The University of Sydney has announced a $7.4 million investment to expand its quantum technology facilities to establish the Future Qubit Foundry at the Sydney Nanoscience Hub.
The foundry will be a national-leading facility to invent the technology of tomorrow’s quantum computers, enabling them to operate at scale and be of use to society.
Deputy Vice-Chancellor (Research) Professor Emma Johnston said: “The Future Qubit Foundry will leverage the University of Sydney’s research leadership in advanced quantum technologies and put us at the forefront of next-generation design of qubits, the heart of quantum computers.
“Crucially, it will also help ensure Australia can train the quantum workforce needed to operate tomorrow’s quantum tech.”
The announcement came on the eve of the Quantum Australia conference hosted by the Sydney Quantum Academy, a collaboration between the University of Sydney, UNSW, Macquarie University, UTS and the NSW Government.
Quantum computers operating at scale promise to solve intractable problems in drug design, cryptography and engineering outside the reach of classical computing. CSIRO predicts that quantum technology will be a $6 billion industry in Australia by 2045, employing 19,400 people.
Professor Johnston said: “By training the very best quantum technologists, the University will deliver tangible benefits to the Australian economy. And it will lock us into global supply chains as quantum computers come into their own.”
The University's impressive quantum infrastructure already acts as a beacon to attract world-class researchers to Sydney.
“Australians like Dr John Bartholomew, who was at Caltech, and Dr Xanthe Croot, who was at Princeton, have come home to establish research teams at Sydney to develop future quantum tech,” Professor Stephen Bartlett, Associate Dean (Research) of the Faculty of Science, said.
“The qubit foundry will add to our national and global standing, ensuring Sydney is one of the world’s best places to research quantum technology.”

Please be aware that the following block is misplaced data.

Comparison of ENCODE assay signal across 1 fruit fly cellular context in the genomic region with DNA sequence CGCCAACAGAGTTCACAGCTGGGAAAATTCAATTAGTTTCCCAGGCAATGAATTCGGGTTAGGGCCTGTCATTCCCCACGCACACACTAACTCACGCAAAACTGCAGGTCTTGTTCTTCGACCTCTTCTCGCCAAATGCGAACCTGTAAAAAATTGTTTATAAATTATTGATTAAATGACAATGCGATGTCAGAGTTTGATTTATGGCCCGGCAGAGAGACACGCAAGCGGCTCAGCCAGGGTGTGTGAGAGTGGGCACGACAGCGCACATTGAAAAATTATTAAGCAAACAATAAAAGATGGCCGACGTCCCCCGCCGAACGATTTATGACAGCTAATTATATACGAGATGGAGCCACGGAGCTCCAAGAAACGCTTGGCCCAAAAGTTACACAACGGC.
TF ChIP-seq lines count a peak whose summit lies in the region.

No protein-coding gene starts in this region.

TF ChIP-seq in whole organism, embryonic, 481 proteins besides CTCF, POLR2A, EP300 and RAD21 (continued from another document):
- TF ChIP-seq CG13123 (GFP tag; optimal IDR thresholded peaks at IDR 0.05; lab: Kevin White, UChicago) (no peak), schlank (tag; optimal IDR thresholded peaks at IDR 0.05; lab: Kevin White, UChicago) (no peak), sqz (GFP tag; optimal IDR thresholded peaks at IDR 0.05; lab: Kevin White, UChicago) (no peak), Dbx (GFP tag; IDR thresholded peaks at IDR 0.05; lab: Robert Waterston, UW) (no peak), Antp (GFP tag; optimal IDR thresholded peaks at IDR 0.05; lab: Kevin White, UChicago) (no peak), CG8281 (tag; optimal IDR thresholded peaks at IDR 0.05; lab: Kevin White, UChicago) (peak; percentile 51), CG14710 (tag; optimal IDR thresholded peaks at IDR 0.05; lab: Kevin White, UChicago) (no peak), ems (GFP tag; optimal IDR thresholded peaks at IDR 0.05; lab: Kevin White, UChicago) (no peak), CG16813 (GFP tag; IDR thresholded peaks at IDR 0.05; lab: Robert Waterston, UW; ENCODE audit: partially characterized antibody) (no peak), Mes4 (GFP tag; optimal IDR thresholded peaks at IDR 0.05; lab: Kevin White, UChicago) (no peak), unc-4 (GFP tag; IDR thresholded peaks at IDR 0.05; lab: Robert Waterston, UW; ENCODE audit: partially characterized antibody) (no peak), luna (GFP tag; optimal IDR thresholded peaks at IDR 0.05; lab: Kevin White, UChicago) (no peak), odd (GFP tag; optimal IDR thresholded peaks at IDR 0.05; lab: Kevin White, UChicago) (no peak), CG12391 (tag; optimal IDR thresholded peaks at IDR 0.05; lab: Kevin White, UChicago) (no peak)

Professor Bartlett, who heads the University’s quantum theory group in the School of Physics, said that the building blocks of tomorrow’s quantum computers are yet to be invented.
“That’s why it’s so vital to invest now into facilities like this to accelerate qubit research.”
Pro Vice-Chancellor (Research – Enterprise and Engagement) Professor Julie Cairney said: “The Future Qubit Foundry is being designed so that we can work with government and industry to scale it up.
“We envisage building an expanded facility that is available to the Australian quantum research community and, importantly, can be utilised by the emerging quantum tech private sector.”
The University of Sydney Future Qubit Foundry will bring together Sydney’s existing strengths in quantum computing research to focus on the fundamental science, engineering and industry partnerships needed to invent the next generation of qubits.
It will occupy world-class laboratory and cleanroom space in the Sydney Nanoscience Hub, offer national-leading facilities for fabricating and characterising novel quantum devices and attract and host new strategic hires in quantum materials and devices.